Posts by Mike Elgan


Google recently started requiring Android handset and tablet makers to add a very specific “Powered by Android” graphic to the boot animation when you power up an Android phone. It’s part of the revised Google Mobile Services agreement for new Android phones.

The penalty for handset makers’ non-compliance is banishment from access to the Play Store by users of those devices.

The move is no doubt intended to raise user awareness about Android and brand the platform.

Unfortunately, it could backfire. Here’s why.


The announcement of Android Wear, and smartwatches from LG and Motorola, was greeted by the public as: “Oh, look — a new kind of gadget!”

But the wearable revolution in general and Google’s Android Wear initiative in particular, is barely even about gadgets.

The smartwatch revolution is about three things: devices, smartphone apps and cloud services.

You’ll note, however, that these are listed in order from least to most important. Here’s why Google’s total dominance of the third aspect of the smartwatch revolution will make them unbeatable.


An open letter to the minority of people who oppose the wearing of Google Glass in public.

Dear waiter, Costco cashier, random Whole Foods shopper and angry man on the street and everyone else with the gall to ask me and Glass wearers I know to approach a stranger and insist that we not wear Glass because you don’t want to be photographed:




Three new security phones have come into the spotlight recently: The Geeksphone Blackphone, the Boeing Black, and FreedomPop’s Privacy phone.

These phones take similar routes to security, from what we know so far. They’re loaded with encryption, security apps and other features.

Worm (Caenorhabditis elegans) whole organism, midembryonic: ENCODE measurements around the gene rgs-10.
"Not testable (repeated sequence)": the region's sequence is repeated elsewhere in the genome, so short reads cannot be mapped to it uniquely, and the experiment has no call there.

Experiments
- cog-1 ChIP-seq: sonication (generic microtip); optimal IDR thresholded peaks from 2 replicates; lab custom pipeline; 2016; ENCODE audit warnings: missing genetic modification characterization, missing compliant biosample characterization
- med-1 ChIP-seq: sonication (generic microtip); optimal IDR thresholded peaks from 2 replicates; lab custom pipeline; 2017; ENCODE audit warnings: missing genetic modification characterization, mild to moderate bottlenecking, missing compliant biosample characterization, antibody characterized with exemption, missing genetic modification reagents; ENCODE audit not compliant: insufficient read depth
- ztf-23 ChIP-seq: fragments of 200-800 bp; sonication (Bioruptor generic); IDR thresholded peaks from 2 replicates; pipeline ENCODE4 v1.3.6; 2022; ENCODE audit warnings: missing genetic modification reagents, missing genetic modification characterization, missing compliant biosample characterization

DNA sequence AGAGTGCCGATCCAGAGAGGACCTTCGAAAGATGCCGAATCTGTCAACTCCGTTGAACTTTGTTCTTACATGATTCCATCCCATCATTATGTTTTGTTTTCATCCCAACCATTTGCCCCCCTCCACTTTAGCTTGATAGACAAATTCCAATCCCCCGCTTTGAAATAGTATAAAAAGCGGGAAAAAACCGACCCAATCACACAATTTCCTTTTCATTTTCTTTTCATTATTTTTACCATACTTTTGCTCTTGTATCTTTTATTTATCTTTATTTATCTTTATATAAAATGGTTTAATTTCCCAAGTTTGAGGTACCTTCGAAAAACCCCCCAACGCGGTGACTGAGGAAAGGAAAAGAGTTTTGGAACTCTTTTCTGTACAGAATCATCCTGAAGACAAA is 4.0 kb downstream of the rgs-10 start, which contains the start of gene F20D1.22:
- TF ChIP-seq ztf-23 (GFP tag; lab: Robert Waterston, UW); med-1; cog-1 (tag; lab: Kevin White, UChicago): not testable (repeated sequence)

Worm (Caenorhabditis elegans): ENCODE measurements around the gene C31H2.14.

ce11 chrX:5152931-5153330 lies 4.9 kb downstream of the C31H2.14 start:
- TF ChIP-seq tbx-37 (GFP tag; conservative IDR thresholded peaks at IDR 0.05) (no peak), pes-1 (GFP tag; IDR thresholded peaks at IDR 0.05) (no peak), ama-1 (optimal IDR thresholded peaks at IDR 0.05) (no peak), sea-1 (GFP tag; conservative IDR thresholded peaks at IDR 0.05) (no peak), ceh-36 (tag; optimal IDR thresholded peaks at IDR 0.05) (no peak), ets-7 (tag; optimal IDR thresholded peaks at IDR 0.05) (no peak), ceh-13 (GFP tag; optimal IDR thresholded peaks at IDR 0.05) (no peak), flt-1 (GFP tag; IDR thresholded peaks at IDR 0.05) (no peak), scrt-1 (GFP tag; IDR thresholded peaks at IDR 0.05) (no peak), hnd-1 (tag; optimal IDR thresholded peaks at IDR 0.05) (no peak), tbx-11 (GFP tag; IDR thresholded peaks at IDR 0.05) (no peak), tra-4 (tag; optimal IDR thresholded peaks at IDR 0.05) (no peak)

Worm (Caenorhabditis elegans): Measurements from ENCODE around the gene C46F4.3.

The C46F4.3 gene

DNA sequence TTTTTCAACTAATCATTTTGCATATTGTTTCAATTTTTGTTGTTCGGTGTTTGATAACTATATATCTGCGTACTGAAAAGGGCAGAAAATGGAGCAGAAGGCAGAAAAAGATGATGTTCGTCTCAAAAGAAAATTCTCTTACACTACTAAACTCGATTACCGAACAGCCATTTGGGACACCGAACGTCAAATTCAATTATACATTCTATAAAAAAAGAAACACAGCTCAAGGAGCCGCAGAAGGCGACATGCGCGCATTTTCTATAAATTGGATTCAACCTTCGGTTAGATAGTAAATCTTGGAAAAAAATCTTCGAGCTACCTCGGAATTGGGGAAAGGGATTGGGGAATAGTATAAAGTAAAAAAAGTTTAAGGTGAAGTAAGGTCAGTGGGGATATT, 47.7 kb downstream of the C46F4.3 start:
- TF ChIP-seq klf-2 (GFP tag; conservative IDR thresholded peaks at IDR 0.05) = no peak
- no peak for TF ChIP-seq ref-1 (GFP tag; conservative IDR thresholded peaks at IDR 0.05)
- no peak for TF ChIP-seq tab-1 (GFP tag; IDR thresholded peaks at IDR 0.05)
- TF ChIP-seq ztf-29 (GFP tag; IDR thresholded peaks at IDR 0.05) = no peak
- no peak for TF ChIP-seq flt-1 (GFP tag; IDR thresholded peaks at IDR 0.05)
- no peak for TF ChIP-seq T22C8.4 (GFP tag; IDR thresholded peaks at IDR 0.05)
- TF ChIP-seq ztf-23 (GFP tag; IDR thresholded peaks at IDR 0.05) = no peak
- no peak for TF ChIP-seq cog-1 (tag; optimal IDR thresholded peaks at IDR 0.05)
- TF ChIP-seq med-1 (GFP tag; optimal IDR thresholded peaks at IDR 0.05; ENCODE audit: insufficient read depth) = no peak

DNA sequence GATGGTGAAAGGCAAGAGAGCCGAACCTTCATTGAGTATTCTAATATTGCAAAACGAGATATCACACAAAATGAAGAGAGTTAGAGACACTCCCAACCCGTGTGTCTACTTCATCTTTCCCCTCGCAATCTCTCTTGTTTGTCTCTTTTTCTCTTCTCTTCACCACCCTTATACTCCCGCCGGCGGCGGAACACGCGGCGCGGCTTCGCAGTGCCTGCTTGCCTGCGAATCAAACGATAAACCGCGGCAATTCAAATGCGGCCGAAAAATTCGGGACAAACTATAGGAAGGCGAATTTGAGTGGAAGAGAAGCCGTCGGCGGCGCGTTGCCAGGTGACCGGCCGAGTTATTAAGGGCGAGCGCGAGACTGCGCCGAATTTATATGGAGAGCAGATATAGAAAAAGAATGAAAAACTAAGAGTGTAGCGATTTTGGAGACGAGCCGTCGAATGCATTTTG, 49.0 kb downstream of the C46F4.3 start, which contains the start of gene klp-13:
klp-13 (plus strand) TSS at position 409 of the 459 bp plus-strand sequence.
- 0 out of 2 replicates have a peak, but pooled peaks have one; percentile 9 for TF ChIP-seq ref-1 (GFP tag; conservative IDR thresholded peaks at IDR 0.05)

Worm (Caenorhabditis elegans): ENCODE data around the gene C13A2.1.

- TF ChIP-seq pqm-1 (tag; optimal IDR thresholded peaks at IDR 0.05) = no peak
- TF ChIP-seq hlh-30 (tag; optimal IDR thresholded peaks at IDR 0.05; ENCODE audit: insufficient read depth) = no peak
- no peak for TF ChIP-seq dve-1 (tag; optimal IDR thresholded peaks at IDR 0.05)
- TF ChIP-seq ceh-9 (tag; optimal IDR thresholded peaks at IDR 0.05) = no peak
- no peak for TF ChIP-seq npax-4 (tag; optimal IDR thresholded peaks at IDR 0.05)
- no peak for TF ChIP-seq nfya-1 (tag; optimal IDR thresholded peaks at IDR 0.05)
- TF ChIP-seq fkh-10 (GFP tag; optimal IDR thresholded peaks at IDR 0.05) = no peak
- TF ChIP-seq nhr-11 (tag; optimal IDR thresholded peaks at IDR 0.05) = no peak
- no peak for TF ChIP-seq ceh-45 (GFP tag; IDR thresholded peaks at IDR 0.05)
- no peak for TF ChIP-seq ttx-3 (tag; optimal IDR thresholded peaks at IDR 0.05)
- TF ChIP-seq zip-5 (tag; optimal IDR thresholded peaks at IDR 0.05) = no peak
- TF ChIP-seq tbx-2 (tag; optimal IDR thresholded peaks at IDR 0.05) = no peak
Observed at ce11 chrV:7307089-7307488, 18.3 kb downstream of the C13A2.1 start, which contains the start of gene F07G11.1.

But there are two feature on at least one of these phones that should be a standard part of Android.

The $629 Geeksphone Blackphone, made in partnership with Silent Circle, uses a forked version of Android called the PrivatOS. First, the system confronts you with choices when you install an app, enabling you to choose exactly what personal information is available to each app — individual permissions on each source of data that each app requests. And second, after apps have been installed, a “Security Center” lets users enable or disable specific permissions for each app.

Why aren’t these two features built into standard Android?



A dark cloud hangs over the future of mobile communication: the spectre of Facebook controlling it all.

It’s not likely, actually. But Facebook’s intention to purchase WhatsApp for $16 billion or $19 billion dollars (depending on whether you factor in the stock-based bonuses for WhatsApp employees) involved some scary-big numbers.

The biggest of these numbers happens when you add Facebook’s current user count plus WhatsApp’s projected user count (how many users Facebook believes the service will have if current growth rates continue). The number is: 2.3 billion users.

Of course, the number is pure B.S.

WhatsApp’s current growth probably won’t continue. Facebook’s current numbers are padded with duplicate users, fake users and non-active users. And there’s always going to be big overlap between WhatsApp and Facebook users — a dude who uses both is still just one dude.

Still, when I ponder the number of people likely to be using Facebook-owned services (WhatsApp and Facebook Messenger) for messaging compared to those using Google-owned Hangouts, I find myself astonished and confused. How did this happen? And what can be done about it?

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